When I started out, I was a terrible interview. My first boss told me she hired me despite the interview!
What I learned over the years was that to interview strong you need to know – going in – what points you want to make. Then you make them, no matter what questions are asked of you.
In other words, you have to craft your own passionate “Case for Support!”
- What is the employer’s need?
- How will you address this need?
- Why you?
The secret to getting the job offer is to craft an offer that someone just can’t refuse. Sound familiar? It’s just like…
I like to approach an interview like I approach a major gift solicitation.
9 Keys to Success (Major Donor or Employer Interview): Mind Your ‘P’s!
What will success look like? For you? For your potential employer? Just like a meeting with a major donor prospect, for the outcome to be successful it’s got to work for both of you. With a prospective donor you try to determine how you can meet their needs and help them fulfill their desires. With a potential employer, as much as you can, try to figure out how you can solve their problems.
You wouldn’t walk into a major donor solicitation without doing background research on your donor’s interests and capacity. Don’t do that with your interview either. Research the organization. Research yourself! Assess your strengths and weaknesses. One way is to ask a friend or family member which three adjectives they would use to describe you. If you have one area where you could improve, ask them what that is. Don’t take “no” for an answer. We all have areas for improvement. This is your opportunity to learn, so don’t get defensive.
- Pitch your ‘Case for Support’
- Keep it simple and pointed. That’s how you’ll be remembered. You’re in control.
- Know going in the top 3 – 5 points you want to make.
- Commit to making those points.
- Tell your interviewer what points you’re going to make.
- Make your points.
- Remind the interviewer what you told them.
Flip questions around so you can make your point: “If by asking me what supervision experience I’ve had you want to know how I manage interactions with subordinates, I can tell you this: I’m a parent. I’m head of my neighborhood association. I’m an employee who works with volunteers. Even though I’ve never had a department to manage up to this point, I’ve lots of experience managing people and both gently, and strongly, encouraging them to do what I want.”
- Pay Attention
The ability to listen and learn to build a donor relationship is exactly the same facility to take to an interview. It happens to be one of the most important traits you can have – for any job. So model this trait. Pay attention to what your interviewer says and how they say it; listen for tone of voice. Watch body language. Try to get a feel for what’s underlying what they say.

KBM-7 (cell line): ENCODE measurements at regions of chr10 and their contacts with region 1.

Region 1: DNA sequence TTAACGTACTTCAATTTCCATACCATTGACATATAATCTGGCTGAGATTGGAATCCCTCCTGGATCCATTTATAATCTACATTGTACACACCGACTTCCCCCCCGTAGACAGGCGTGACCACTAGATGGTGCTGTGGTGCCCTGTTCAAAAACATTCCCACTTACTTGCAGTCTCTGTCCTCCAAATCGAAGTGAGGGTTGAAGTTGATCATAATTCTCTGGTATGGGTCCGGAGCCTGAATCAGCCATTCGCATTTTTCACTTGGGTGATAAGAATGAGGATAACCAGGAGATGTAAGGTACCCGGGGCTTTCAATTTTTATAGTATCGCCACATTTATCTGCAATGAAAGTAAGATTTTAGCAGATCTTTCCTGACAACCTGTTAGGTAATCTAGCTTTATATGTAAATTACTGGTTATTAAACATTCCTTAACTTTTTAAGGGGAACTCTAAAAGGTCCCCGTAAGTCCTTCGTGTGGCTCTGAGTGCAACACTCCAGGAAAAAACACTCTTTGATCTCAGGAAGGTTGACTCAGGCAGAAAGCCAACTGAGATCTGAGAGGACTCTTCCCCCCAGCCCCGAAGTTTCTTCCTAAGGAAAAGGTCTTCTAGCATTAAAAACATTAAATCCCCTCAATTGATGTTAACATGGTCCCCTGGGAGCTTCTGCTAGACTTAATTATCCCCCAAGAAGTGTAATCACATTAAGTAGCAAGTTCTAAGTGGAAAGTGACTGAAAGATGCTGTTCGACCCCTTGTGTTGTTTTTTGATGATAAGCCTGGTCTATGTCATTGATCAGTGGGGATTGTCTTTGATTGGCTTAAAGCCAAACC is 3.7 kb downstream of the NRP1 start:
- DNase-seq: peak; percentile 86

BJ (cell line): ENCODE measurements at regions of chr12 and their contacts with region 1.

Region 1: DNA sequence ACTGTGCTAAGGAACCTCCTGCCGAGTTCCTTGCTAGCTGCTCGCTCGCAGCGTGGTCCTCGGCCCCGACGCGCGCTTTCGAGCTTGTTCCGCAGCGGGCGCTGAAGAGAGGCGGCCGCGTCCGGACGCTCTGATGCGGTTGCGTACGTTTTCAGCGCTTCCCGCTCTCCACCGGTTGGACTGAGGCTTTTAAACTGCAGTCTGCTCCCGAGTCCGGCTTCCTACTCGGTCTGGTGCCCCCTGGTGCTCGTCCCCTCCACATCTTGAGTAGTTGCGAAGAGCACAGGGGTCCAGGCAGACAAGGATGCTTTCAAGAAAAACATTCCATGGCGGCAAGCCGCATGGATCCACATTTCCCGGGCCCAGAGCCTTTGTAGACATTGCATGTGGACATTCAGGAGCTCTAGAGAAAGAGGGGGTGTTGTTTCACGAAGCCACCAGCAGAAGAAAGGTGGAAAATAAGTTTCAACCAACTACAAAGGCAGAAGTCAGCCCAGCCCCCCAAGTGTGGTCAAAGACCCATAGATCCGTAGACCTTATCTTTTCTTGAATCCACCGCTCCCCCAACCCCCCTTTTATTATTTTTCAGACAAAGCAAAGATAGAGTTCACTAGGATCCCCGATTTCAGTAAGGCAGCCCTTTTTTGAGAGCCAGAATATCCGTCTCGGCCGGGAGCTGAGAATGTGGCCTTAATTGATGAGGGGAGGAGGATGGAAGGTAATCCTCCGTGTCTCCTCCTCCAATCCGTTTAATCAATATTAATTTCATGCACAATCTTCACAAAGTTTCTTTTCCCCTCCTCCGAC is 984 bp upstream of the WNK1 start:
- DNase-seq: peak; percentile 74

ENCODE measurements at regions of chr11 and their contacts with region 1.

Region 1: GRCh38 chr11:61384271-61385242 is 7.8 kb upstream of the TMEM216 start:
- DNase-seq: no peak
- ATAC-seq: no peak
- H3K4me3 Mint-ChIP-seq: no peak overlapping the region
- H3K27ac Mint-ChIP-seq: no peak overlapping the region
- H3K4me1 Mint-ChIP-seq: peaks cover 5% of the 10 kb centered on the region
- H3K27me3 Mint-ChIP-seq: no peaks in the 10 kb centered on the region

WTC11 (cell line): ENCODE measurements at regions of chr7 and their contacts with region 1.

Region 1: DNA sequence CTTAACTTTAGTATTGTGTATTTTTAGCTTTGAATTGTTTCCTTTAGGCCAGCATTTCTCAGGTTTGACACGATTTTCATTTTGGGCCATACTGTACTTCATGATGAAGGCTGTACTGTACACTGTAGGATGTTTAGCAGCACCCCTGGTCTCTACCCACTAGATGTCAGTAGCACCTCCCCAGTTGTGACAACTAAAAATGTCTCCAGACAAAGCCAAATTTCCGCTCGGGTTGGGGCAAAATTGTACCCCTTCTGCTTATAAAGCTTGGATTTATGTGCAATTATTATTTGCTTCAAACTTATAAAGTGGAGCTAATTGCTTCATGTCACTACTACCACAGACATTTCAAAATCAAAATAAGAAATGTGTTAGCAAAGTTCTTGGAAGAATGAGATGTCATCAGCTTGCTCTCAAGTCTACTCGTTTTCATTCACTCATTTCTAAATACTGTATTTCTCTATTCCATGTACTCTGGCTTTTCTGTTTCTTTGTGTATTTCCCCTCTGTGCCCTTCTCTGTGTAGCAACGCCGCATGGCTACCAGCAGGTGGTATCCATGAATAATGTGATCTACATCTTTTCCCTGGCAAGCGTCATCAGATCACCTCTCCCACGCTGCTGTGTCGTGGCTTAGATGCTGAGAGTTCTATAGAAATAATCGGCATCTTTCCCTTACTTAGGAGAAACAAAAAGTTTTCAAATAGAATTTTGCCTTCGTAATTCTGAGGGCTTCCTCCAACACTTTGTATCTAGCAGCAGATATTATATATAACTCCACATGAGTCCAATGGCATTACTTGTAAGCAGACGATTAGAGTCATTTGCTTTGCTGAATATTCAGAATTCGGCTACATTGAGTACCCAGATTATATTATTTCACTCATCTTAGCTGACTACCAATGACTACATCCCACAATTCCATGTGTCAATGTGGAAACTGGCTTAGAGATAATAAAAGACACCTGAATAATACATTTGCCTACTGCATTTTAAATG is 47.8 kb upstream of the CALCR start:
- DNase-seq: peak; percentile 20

Stay attuned; get a conversation going. Ask questions that demonstrate you ‘get it.’ Show your potential employer you know them. And don’t forget that this is also your opportunity to assess whether this is a good fit.
I always tell fundraisers that passion is the #1 thing they need to be successful at asking. What you say is often not as important as how you say it. The same holds true when asking for a job. Passion is contagious. The converse is also true. Lack of passion is draining. Think about the real reason you’re applying to the position and be thoughtful about communicating that. Describing volunteer work can be great way. Or family/friends affected by the issue the organization addresses.
While hard skills are very important, a positive, upbeat ‘can do’ attitude and personality is just as, if not more, important. Skills can be taught. Attitude cannot. Smile. Lean forward. Don’t cross your arms. Appear “open’ and flexible. Body language is an important technique for communicating interest and engagement. And just as you would never trash one donor in front of another, don’t badmouth a past employer. It may identify you as someone who is neither discreet nor easy to work with.
Just as you would with a donor, say thank you as you leave. The last impression you make is as important as the first one. Reiterate how very interested you are in the job (assuming it’s true). Try to keep ball in your court:
- Ask what next steps are in their process.
- Tell them what you will do next (e.g., send additional information; get answers to questions).
- Ask if there’s anything they’d like you to do to help them reach a decision.
THANK YOU is a must. Email right away and attach anything extra you said you’d provide. Then also send a hand-written thank-you to make yourself stand out. Use notes you made right after your visit (you made notes, didn’t you?) to reference points made that you’ve had time to reflect on. And if you don’t hear back within the time they said they’d take to decide, inquire politely to get an update on their timeframe. Express interest; not desperation.
If you heed these 9 ‘P’s you’ll likely succeed – either in getting the job or securing the major gift.
In both cases, never forget your end goal. You’re looking for love. They’re looking for love. This is something you want to enjoy! And I happen to think enjoying what you’re doing is one of the most important traits you can have to be a successful fundraiser. If you don’t love doing it, then you should do something else.
It’s worth persevering to find your match made in heaven.
If you have interview tips to add, please do so in the comments section below.
Want More Interview Tips?
I’m pleased to join 3rd Sector on May 5th for a free webinar to help you interview successfully for nonprofit jobs – whether you’re the applicant or the employer. How to Interview Strong (from either side of the desk) will include examples of interviewing behavior and questions/answers to illustrate how to best prepare so you get the successful outcome you seek.
Your success is my success.